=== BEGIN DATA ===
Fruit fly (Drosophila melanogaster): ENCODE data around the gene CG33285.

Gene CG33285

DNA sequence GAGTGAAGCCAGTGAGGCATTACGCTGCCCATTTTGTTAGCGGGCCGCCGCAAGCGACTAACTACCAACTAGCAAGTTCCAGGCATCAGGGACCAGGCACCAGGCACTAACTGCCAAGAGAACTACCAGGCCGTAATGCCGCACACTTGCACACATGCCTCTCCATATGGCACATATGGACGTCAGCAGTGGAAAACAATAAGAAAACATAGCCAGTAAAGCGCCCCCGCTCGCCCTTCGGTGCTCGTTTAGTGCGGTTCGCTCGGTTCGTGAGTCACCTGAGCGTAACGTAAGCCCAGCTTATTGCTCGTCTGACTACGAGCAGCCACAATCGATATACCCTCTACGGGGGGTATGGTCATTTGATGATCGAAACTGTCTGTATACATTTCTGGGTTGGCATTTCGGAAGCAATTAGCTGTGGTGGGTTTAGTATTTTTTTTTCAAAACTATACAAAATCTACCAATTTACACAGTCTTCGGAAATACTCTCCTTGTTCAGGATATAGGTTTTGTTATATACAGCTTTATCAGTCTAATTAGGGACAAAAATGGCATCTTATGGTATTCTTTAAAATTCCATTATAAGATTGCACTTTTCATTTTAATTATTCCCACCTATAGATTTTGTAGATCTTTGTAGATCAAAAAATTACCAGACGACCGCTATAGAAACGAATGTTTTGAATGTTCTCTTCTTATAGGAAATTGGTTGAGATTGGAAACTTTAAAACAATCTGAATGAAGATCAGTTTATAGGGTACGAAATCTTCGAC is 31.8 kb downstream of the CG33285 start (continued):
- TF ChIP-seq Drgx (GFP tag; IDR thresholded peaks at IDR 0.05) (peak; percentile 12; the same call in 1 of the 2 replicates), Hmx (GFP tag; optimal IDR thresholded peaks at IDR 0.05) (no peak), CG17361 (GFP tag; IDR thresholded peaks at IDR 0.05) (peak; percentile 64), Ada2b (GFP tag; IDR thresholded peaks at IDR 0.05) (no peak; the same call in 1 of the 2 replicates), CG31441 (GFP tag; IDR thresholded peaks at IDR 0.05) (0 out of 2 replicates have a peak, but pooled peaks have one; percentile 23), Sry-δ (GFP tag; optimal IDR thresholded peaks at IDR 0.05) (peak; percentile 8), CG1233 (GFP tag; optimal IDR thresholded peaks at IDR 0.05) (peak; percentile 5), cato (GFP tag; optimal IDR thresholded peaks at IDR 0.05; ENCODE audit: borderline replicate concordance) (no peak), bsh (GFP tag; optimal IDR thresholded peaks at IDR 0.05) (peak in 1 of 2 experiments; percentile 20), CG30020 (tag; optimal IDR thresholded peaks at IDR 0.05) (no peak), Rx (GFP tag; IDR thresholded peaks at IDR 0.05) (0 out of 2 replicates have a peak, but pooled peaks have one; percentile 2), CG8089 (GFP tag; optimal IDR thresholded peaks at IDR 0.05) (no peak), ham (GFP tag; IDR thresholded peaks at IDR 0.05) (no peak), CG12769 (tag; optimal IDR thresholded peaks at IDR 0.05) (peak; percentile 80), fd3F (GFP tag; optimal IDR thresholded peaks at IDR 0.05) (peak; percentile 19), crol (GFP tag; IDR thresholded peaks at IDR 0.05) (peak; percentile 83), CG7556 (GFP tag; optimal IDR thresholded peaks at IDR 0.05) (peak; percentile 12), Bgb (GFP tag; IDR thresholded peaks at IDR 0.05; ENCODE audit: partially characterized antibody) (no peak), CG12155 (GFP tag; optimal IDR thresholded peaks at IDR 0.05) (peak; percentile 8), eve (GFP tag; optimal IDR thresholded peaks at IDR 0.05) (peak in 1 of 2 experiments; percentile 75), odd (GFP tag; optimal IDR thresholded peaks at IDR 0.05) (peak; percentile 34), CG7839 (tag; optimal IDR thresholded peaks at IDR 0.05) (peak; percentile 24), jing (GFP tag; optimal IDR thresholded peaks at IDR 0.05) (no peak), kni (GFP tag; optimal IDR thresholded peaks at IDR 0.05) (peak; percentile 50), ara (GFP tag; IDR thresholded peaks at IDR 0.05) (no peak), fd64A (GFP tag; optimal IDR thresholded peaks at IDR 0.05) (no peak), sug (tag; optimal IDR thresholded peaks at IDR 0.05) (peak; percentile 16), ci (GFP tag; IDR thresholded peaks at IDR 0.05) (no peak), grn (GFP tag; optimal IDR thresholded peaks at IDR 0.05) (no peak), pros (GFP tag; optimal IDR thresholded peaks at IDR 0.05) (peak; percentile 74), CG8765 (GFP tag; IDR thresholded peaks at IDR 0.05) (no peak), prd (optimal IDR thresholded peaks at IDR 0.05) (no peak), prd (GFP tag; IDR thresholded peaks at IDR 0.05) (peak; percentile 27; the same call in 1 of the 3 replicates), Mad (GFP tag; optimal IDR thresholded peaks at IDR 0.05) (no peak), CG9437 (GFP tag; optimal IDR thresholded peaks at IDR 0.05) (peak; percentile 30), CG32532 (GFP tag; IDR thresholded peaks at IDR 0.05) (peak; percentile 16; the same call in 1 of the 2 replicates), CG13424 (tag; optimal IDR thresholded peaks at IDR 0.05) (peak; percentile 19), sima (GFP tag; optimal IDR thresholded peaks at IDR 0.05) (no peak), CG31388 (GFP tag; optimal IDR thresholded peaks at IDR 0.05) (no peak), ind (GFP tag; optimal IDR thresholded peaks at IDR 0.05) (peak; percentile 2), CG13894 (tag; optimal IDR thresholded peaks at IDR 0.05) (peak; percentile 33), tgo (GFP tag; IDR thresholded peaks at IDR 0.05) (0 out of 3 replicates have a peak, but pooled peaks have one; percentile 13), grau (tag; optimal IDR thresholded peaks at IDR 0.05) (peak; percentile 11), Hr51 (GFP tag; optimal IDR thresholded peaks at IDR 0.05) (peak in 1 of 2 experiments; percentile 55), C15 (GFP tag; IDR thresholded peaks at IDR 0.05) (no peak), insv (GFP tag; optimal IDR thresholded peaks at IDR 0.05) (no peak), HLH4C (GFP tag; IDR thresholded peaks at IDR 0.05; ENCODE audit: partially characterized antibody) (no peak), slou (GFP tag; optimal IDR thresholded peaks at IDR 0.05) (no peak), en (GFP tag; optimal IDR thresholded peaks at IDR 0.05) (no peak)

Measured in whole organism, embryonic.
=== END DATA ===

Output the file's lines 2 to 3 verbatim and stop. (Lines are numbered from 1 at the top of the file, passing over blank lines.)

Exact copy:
Gene CG33285

DNA sequence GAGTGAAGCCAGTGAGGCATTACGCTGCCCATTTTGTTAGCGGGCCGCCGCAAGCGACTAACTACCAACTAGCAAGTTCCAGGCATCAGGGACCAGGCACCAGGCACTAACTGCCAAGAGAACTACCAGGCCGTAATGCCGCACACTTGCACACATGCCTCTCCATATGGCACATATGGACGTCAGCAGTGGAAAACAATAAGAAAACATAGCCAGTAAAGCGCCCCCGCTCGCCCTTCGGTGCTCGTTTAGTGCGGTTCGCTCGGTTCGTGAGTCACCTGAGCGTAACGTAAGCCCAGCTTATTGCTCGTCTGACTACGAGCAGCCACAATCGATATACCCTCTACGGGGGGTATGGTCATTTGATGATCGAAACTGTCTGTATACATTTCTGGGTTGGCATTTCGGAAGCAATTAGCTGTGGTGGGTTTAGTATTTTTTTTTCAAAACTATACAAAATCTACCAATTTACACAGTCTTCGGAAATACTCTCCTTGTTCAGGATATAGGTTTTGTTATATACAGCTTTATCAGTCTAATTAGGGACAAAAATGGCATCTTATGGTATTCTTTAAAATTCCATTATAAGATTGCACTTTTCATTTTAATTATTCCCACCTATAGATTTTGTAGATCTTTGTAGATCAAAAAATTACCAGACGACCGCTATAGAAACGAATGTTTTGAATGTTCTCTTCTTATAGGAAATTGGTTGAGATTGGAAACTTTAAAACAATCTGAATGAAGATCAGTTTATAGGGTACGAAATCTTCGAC is 31.8 kb downstream of the CG33285 start (continued):